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Q. Hi. I got inspired by some great photos I saw online of school busses that were remade into motorhomes. It seems quite the bohemian achievement to have an old Blue Bird with a wood stove and a bunch of crocheted afghans.

Long story short, we bought an old bus and we need to get the mechanical stuff straightened out before adding afghans and potted plants. The suspension is shot. I know we need something beyond normal shocks. What do you suggest for people new to RVing who have entered uncharted territory?

A. We do recommend KONI RV shocks when you need the gold standard for performance and safety. Read our information about KONI here.

Koni shocks are available for most Class A and Class B RVs and motorhomes and some pickup trucks commonly used to tow campers. KONI recently introduced the EVO 99 series especially for bus and coach applications. Give us a call or use our online catalog to find what you need.


For the Freightliner RV we recommend KONI’s FSD Gold RV Shock Freightliner Motorhome (8805 1020). They combine the benefits of performance, superior handling and comfort into one shock absorber. FSD is firm for control over large bumps and corners, but soft for comfort over expansion joints and rough roads.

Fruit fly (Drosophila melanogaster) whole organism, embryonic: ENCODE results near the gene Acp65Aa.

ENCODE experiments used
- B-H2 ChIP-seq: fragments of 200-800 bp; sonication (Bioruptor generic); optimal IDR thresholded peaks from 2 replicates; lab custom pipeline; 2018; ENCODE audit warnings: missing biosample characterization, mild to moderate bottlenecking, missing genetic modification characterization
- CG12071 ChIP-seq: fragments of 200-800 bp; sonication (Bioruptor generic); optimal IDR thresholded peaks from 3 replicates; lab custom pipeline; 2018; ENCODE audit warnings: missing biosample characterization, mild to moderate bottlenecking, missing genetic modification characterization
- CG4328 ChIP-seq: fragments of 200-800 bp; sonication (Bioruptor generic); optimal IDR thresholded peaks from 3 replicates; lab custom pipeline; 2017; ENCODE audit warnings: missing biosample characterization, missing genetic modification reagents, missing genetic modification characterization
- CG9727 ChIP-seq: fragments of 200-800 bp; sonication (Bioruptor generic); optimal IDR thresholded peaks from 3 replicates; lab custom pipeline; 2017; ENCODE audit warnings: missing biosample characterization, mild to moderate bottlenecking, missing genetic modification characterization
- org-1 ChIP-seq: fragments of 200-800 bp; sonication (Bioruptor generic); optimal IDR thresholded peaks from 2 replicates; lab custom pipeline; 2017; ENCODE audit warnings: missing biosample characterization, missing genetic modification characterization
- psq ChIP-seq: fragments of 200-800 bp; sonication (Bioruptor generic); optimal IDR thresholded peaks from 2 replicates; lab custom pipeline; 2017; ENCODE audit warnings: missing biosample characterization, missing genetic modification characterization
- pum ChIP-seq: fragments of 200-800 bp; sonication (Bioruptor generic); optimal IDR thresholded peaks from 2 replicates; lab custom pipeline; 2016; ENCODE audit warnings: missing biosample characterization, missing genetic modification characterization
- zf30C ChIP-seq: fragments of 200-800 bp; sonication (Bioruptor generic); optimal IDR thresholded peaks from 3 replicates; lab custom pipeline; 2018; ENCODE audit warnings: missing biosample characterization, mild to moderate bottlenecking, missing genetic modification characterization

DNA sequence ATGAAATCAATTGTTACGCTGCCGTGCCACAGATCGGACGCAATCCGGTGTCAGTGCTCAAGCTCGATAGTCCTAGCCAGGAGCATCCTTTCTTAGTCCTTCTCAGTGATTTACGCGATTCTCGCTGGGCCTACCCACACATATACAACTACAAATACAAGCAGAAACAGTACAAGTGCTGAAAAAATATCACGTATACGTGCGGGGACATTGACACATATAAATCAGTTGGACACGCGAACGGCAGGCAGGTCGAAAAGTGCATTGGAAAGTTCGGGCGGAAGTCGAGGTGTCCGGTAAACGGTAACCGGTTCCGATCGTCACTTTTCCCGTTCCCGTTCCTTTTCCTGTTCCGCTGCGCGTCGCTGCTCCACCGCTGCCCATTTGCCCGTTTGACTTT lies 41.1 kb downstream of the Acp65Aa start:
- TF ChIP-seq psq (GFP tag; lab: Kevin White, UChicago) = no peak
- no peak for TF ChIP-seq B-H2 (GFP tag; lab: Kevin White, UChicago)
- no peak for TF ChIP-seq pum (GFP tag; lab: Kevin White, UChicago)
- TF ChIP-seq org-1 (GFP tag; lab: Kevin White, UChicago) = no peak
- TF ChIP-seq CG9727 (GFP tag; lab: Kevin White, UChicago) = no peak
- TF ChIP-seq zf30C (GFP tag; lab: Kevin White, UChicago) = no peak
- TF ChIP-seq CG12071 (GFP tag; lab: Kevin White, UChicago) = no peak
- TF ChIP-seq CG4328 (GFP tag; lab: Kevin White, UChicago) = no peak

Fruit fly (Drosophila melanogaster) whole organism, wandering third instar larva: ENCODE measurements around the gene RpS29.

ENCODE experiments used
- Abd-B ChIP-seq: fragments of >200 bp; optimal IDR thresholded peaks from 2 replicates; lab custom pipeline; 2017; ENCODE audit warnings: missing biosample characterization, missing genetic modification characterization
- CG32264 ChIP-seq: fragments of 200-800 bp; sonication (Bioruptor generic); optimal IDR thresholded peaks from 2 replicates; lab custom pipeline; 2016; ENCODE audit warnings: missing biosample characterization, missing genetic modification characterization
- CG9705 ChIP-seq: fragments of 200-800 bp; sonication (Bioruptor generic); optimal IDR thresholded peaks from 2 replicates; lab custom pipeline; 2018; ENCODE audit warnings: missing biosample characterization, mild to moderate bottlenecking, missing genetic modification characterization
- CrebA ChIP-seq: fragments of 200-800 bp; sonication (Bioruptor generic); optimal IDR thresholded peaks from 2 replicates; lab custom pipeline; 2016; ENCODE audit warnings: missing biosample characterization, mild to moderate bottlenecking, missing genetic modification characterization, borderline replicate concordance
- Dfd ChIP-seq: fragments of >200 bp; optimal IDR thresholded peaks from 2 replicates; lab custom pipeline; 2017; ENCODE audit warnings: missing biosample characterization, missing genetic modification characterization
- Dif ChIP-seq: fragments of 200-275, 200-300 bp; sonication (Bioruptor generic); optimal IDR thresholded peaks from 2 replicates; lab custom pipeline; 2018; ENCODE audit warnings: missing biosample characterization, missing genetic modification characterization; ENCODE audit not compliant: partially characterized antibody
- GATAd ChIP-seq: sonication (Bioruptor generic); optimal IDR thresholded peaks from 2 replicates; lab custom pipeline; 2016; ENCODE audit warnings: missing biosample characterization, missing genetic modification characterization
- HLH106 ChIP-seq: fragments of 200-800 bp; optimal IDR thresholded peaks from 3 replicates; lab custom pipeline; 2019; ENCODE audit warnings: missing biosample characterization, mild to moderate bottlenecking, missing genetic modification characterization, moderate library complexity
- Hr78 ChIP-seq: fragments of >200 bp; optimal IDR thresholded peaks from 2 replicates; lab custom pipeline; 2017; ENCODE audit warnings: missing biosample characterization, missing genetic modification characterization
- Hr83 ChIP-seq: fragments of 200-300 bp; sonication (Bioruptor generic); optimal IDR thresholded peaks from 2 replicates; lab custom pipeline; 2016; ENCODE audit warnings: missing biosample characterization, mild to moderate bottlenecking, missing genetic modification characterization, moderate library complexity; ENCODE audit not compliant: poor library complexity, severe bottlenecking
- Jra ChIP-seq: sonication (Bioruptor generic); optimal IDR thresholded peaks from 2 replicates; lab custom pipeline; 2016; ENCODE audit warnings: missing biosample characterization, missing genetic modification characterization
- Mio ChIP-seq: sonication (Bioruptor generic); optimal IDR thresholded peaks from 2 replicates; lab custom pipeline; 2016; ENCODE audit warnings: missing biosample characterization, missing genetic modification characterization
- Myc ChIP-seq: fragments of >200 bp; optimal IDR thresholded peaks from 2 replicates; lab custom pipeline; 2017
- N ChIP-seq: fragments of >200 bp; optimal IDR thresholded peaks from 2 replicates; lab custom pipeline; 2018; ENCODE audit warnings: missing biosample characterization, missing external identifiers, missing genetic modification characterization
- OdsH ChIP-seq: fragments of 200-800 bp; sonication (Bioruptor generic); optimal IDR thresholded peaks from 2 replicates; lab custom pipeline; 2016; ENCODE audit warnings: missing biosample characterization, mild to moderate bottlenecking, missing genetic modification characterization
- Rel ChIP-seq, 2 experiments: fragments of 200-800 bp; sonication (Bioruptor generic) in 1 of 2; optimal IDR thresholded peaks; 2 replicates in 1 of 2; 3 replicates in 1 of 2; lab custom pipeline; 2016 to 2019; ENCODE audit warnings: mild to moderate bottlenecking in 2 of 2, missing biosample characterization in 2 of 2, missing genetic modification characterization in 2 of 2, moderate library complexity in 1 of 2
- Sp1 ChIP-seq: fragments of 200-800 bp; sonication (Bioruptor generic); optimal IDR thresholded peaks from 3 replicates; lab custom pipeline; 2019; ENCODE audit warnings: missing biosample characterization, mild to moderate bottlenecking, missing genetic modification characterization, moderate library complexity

While KONI is known for reducing bounce in motorhomes, their FSD shocks include a special valve that filters out vibrations before they enter the coach. The result is an incredibly smooth ride, with plenty of shock left to control pitch and sway.


What replacement suspension parts do I need for my 2003 Lincoln LS V8 with sports package?

You can use Monroe upper mounts (904972) with KYB Excel-G 341655. The mounts are made to fit the car, not the strut, just like the OE ones. They will even work with the original Lincoln struts.

The Lincoln LS has a four-wheel sort-long arm (SLA) independent suspension, which reduces unsprung weight and keeps your tires firmly on the road. Lincoln used a patented rear setup on the LS that seats the rear springs and shock absorbers against the frame rails, using negative lift to keep the rear level. Many reviewers thought the handling dynamics were modeled on German cars on the era, and in fact the Lincoln LS handling is not unlike the Cadillac Catera of the same time period, built in Germany by Opel.

See our online catalog for more information.


I need 4 shocks for a 2003 Alpinlite 5th wheel trailer, 14,000GVW, 33ft long, 2 Dexter axles.

We recommend the Monroe Trailer Retrofit Kit, for trailers that have either a leaf spring suspension or a torsion axle suspension.